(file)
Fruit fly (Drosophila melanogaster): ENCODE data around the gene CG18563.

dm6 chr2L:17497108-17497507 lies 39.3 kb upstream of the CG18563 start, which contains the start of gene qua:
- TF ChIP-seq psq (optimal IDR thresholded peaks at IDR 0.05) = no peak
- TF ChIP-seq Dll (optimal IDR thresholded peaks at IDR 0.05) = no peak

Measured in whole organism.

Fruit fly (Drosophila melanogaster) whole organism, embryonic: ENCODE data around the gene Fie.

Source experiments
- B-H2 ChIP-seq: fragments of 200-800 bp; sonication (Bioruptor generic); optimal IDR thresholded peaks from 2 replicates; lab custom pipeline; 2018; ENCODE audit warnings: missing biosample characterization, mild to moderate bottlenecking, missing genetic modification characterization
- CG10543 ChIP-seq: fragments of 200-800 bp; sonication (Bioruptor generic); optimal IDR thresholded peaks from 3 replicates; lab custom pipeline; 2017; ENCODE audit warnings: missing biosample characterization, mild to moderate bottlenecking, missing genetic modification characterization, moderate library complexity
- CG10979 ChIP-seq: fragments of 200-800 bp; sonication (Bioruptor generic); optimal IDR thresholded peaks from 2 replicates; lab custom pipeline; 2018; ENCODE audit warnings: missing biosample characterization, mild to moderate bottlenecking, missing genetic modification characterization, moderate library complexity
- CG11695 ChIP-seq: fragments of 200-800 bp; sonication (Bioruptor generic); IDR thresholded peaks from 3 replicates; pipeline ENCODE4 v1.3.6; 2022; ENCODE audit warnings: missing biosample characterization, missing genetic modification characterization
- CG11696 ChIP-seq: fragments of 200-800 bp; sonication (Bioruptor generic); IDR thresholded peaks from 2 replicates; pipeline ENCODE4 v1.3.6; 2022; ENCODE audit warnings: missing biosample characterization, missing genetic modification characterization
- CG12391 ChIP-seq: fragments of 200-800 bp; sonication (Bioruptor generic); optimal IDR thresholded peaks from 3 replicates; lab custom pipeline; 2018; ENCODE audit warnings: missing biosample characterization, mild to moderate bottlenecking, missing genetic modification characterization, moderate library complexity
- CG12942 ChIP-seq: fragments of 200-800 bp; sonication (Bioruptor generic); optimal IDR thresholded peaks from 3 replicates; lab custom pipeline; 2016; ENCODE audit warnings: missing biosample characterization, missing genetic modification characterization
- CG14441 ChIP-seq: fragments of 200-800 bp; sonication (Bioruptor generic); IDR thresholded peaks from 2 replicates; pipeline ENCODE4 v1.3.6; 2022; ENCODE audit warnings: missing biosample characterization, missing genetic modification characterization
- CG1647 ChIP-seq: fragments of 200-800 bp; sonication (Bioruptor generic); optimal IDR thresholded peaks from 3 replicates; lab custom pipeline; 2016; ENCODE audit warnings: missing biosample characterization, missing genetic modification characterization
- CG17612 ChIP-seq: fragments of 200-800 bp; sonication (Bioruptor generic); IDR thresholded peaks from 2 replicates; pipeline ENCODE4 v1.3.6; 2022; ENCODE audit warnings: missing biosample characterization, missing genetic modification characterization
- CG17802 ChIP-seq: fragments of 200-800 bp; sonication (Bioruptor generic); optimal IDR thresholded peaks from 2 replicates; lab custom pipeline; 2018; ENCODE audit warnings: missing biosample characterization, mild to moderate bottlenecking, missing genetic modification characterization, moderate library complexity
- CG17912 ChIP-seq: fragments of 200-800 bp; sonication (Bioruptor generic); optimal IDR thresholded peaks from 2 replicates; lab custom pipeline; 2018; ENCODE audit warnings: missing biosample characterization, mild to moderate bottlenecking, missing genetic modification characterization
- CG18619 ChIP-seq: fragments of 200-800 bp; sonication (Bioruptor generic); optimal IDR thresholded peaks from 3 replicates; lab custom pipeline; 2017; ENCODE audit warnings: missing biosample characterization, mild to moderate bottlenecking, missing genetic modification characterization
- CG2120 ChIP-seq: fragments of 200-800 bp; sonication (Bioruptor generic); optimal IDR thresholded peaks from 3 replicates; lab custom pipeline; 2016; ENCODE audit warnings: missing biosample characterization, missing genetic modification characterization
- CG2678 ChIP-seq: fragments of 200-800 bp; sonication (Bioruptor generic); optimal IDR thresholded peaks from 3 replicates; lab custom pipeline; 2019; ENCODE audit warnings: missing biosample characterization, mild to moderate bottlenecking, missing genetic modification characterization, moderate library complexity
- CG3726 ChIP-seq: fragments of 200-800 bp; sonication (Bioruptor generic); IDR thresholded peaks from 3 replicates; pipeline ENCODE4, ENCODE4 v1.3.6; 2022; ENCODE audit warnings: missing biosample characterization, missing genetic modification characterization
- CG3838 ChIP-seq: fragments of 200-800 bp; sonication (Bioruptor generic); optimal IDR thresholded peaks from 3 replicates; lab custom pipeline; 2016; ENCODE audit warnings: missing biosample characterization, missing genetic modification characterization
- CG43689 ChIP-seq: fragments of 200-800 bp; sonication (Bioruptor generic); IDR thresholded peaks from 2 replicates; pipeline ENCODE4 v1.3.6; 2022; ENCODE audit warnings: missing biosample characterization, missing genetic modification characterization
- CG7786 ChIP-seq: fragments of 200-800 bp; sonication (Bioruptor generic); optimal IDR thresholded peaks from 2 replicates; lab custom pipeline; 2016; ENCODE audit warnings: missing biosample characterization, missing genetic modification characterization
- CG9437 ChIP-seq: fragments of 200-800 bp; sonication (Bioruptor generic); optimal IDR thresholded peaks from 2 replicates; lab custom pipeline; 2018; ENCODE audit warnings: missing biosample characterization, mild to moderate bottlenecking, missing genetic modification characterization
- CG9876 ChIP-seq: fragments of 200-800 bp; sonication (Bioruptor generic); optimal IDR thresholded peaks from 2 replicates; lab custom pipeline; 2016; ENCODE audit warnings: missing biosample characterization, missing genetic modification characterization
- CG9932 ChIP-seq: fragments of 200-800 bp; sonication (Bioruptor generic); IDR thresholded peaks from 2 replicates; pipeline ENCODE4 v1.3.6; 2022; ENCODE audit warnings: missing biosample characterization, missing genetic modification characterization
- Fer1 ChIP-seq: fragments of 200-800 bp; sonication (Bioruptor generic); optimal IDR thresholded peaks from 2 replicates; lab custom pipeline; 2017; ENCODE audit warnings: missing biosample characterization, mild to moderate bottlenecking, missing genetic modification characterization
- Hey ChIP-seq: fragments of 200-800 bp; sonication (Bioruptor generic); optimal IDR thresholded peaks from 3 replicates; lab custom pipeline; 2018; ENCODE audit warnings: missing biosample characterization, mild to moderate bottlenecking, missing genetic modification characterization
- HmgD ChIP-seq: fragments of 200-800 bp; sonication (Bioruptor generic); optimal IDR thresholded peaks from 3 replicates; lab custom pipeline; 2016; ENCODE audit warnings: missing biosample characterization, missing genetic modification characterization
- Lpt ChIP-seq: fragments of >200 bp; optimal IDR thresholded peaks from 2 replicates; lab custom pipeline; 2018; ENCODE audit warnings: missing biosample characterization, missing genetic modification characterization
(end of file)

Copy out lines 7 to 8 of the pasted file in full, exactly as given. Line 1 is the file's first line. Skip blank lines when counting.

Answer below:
Source experiments
- B-H2 ChIP-seq: fragments of 200-800 bp; sonication (Bioruptor generic); optimal IDR thresholded peaks from 2 replicates; lab custom pipeline; 2018; ENCODE audit warnings: missing biosample characterization, mild to moderate bottlenecking, missing genetic modification characterization